Can Magic Mushrooms Help Regrow a Damaged Brain?

As more and more people turn to psychedelic healing, what’s actually going on deep inside?

Alexander M. Combstrong
5 min readJun 6, 2022


A very close look at the brain (public domain, Wikimedia Commons)

What is it that causes magic mushrooms to help with depression and bring other wellbeing improvements? Why is it that users so often experience such life-changing new outlooks?

The big picture is that they show valuable teachings and give us profound experiences that push us to change for the better. They show us what we need to see, and we can respond with genuine, positive life changes. That’s the macro, experience-based explanation.

At brain-scan level, a recent study found that in the human brain, there’s much more connectivity in new ways during a mushroom journey, and less neural pathway rigidity that follows. Our lives get better because our brains leave the ruts that keep our thinking unhelpful.

But what if we look at the even more micro end of things, right down to the level of neurons and brain cells? For this, we can turn to animal studies while we await findings of similar studies on humans. What happens in the brains of stressed mice and alcoholic rats on mushrooms? And will that translate to humans? Can brains actually physically regrow under the mushrooms’ influence?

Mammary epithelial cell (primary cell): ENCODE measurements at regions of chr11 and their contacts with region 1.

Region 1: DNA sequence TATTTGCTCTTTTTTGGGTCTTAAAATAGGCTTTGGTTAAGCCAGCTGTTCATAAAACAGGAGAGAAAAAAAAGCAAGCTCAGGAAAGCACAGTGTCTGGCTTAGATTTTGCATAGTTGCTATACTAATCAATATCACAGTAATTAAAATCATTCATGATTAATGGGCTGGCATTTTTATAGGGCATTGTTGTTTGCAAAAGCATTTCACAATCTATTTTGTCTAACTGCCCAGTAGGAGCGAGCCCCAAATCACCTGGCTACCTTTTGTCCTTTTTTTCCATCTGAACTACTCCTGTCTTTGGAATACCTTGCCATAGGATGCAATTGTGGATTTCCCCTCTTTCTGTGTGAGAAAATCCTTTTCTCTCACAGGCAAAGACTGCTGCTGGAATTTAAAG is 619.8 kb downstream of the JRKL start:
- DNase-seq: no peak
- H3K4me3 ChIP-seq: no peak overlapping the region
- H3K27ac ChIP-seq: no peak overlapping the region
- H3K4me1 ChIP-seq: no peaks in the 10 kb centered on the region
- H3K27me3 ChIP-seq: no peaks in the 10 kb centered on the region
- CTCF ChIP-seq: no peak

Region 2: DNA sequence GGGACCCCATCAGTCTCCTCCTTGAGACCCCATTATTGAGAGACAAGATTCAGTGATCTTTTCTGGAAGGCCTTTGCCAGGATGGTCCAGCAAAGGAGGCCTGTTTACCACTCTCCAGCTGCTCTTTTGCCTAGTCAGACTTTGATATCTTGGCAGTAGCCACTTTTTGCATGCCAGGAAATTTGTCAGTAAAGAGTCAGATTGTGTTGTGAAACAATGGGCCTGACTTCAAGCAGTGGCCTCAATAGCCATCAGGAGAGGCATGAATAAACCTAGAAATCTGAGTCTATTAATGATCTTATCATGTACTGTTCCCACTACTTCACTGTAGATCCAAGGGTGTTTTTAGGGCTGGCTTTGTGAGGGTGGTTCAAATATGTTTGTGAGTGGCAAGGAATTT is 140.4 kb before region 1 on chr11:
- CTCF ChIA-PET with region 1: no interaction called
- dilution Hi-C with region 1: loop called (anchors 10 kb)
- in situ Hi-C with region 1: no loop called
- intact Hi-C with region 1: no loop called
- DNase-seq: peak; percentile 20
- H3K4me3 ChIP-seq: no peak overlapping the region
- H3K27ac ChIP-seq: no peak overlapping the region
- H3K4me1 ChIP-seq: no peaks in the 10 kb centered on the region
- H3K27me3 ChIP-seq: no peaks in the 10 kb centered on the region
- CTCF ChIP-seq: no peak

Stressed mice on magic mushrooms

When mammals get stressed, their brains physically change at a micro level. The dendrites (see image) that send signals from brain cell to brain cell get affected and decrease in number. People with depression and chronic stress have fewer in their brains than others.

So how did researchers replicate this in mice? With electric shocks, which affected the number of dendrites in their brains and caused maladaptive behaviours due to the stress of the painful, uncontrollable shocks.

“Maladaptive behavior is defined as behavior that interferes with an individual’s activities of daily living or ability to adjust to and participate in particular settings.” — Springer

So these poor mice, after being given electric shocks, became stressed and suffered behaviourally. Their brains became lower in dendrite density. But that was just the start of the experiment.



Alexander M. Combstrong

Research-backed ways to change your life for the better. Out now: The Confident Introvert’s Handbook. Actor/screenwriter. Forge, Better Humans, Mind Cafe.